Episode 6 Week 2 – Friday

Episode 6 Week 2 – Friday


Alice has committed to delivering the project in eleven months – on November 30.



The X Project was less than two weeks old when disaster struck. It happened like this:

Alice was having a meeting with Sammy, the software guy, to determine what progress had been made this week. It seemed like it had been a good week and everything they had said would complete had completed.

Sammy, however, made several references to ‘the filing system’ and after the third such reference, Alice asked innocently which of the thirty chunks contained ‘the filing system’.

‘None of them,’ came the reply.

‘What do you mean?’ asked Alice, a chill starting to creep up her spine.

‘The filing system is a separate thing,’ said Sammy.

‘Separate?’ she said in disbelief.


‘It’s a separate chunk?’


‘Like, a thirty first chunk.’


‘Is it big?’ asked Alice, with mounting dread.

‘Big enough,’ said Sammy.

‘Small, Medium, Large or Extra Large?’ asked Alice.

‘It’d be Medium.’

‘Not Large?’

‘Well OK, probably Large.’

‘Extra Large?’

‘No, certainly not Extra Large.’

‘Why didn’t you tell me this before?’

‘I thought you knew.’

‘Why would I know?’

‘I thought everyone knew.’

‘So we never estimated it?’

This causes Sammy to blush.

‘No, we never estimated it,’ he says, almost in a whisper.

‘So you let me go ahead and agree the deadline knowing that a Large bit of it hadn’t been estimated?’

There’s nothing Sammy can say to this, so he doesn’t.

Alice finds herself wondering two things. One is why is it that incredibly smart people sometimes do incredibly dumb things. The other is why do disasters always happen on a Friday afternoon, just before closing time.

‘We’ll have to estimate it now,’ she says and so, they do.

Contrary to what Sammy said, and confirming Alice’s worst fears, the filing system – chunk thirty-one – turns out to be Extra Large. (She wonders in passing, why people – and especially software people – are such bad estimators.) When this is grafted onto the plan, it adds an extra six weeks to it. This six weeks allows for the Christmas holidays (and general flakiness leading up to Christmas – this is Western Europe, after all). This puts the delivery date out to January 15.

Alice’s blood runs cold.

‘You’re going to have to tell B-Bob,’ says Sammy.

Sammy has a Ph.D. Alice wants to ask him whether it’s a doctorate in stating-the-bleeding-obvious. She can’t believe he’s done this to her. She wants to hit him. Instead, she asks, ‘Would you like to come along?’

‘I’ve got to pick up my daughter from school,’ says Sammy.

And so, Alice goes alone to B-Bob’s office, knocks on the open door and utters the standard classic line for Friday afternoon, ‘B-B-Bob’ – Alice’s stutter causes her to give B-Bob and an extra ‘B’ – ‘can I have a word?’

She takes B-Bob through what’s happened.

‘Nobody told me about it,’ Alice sums up, ‘but as the Project Manager, I have to accept the responsibility.

‘But that’s why you have contingency in the plan,’ says B-Bob, when she gets to the end. ‘Right? For unexpected things. That’s what you said when I wanted to take the Contingency out.’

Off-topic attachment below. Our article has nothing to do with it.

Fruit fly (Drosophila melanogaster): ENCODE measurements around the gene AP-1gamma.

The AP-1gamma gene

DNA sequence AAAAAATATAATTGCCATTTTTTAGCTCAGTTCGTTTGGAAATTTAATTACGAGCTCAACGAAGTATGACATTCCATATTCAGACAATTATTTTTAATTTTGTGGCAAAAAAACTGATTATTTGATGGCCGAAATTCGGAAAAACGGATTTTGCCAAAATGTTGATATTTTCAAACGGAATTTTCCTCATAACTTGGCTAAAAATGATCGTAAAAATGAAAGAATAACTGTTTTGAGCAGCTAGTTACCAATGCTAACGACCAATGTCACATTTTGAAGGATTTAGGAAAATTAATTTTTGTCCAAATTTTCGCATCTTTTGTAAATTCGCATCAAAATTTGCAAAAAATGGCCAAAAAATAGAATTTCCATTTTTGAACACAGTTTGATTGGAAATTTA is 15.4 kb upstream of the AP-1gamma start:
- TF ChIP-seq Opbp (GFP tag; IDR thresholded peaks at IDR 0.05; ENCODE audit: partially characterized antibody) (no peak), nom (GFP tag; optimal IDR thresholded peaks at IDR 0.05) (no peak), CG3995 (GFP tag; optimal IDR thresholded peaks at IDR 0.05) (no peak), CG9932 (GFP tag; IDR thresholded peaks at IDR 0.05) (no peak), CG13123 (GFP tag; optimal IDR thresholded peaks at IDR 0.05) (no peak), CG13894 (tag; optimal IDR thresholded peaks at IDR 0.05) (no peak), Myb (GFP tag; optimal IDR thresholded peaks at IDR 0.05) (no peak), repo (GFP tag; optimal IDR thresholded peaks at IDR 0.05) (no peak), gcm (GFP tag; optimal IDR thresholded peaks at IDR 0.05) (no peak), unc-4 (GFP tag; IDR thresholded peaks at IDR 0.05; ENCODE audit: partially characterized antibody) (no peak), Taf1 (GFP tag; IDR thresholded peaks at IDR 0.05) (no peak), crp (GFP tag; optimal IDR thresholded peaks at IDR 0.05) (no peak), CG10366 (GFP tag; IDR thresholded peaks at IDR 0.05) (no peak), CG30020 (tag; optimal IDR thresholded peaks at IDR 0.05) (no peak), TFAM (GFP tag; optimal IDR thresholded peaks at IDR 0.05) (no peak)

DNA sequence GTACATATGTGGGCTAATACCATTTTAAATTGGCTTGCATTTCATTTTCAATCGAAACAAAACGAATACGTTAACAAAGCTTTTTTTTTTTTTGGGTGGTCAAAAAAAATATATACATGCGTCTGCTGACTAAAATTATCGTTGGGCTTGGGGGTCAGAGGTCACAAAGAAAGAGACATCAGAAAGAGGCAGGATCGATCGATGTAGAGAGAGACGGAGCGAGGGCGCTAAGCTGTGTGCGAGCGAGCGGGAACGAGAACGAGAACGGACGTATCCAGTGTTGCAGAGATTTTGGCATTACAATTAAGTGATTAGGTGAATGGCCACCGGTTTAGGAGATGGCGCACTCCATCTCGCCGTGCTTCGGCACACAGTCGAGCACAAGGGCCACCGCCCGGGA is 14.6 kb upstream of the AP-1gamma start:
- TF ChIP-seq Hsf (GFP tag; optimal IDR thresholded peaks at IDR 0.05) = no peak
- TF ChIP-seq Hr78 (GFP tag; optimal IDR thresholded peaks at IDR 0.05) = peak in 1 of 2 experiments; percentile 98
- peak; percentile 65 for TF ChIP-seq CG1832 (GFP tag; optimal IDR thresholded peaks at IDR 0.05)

‘When something like this happens on a project,’ says Alice, ‘there are three possibilities. This new chunk, chunk thirty-one, is either (a) a change to scope of the project or (b) not a change to the scope or (c) we’re not sure. I would argue that it’s clearly a change to the scope because it wasn’t on the original list of thirty chunks.’

‘But wasn’t it implied that it was part of the Software rewrite?’

‘But that was already an Extra Large chunk,’ says Alice. ‘If the Filing System by itself was Extra Large, how could the Software rewrite only be Extra Large. Surely then it would have to be classed as ‘Gigantic’ or something?’

‘So you’re telling me you don’t want to use the Contingency?’ said B-Bob.

‘I don’t, but even if I did, there isn’t enough. This is a major addition to the scope of the project. There’s not enough Contingency to cover it. The Contingency was never intended for something like this.’

‘So what does that do to the plan?’

Alice tells him and B-Bob swears.

‘I can’t keep going back to V.B.B. telling him the schedule has slipped again.’

Alice notices that B-Bob is sweating.

‘Any ideas?’ he asks Alice, in desperation.

Alice’s initial inclination is to tell Very Big Boss straight up – even if it means she or even B-Bob get fired. But on reflection, she realises that she can’t give V.B.B. the feeling that he’s on a roller coaster, that every time they call him there’s a new story and a new deadline.

‘Why don’t we say nothing for now,’ she says. ‘After all, November and January are a long way off. Anything can happen between now and then. Let’s see how we’re doing, maybe mid-year and then see how we deal with V.B.B. What do you think?’

B-Bob breathes a huge sigh of relief.

‘Okay,’ he says and that brings the second week of the project to a close.

Another dull week on the X Project, thinks Alice as she walks back to her office. She sees Reg coming towards her. Today’s Moomin T-shirt shows Moominpappa in a hammock. She puts up her hand, palm out, like a traffic cop at an intersection.

‘Don’t ask,’ she says.